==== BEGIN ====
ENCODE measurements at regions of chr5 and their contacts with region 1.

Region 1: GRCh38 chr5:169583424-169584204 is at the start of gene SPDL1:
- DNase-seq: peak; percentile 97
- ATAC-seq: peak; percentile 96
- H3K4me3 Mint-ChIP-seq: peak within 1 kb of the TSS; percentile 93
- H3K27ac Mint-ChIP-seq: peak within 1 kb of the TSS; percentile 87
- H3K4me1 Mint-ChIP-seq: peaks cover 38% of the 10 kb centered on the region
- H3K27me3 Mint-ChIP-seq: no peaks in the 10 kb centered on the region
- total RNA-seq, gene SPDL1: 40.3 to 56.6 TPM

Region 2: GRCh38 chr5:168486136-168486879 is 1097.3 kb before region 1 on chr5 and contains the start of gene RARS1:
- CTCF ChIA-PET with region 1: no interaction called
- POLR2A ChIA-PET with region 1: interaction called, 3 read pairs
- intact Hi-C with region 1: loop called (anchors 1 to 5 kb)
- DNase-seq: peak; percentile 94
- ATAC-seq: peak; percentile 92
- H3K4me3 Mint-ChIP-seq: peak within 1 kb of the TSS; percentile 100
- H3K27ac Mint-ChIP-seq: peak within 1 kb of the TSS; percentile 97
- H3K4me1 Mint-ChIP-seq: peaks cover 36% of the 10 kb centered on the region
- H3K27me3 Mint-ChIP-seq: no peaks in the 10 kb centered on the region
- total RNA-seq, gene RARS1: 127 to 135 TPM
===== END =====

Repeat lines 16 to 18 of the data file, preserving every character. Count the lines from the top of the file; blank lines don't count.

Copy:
- H3K4me3 Mint-ChIP-seq: peak within 1 kb of the TSS; percentile 100
- H3K27ac Mint-ChIP-seq: peak within 1 kb of the TSS; percentile 97
- H3K4me1 Mint-ChIP-seq: peaks cover 36% of the 10 kb centered on the region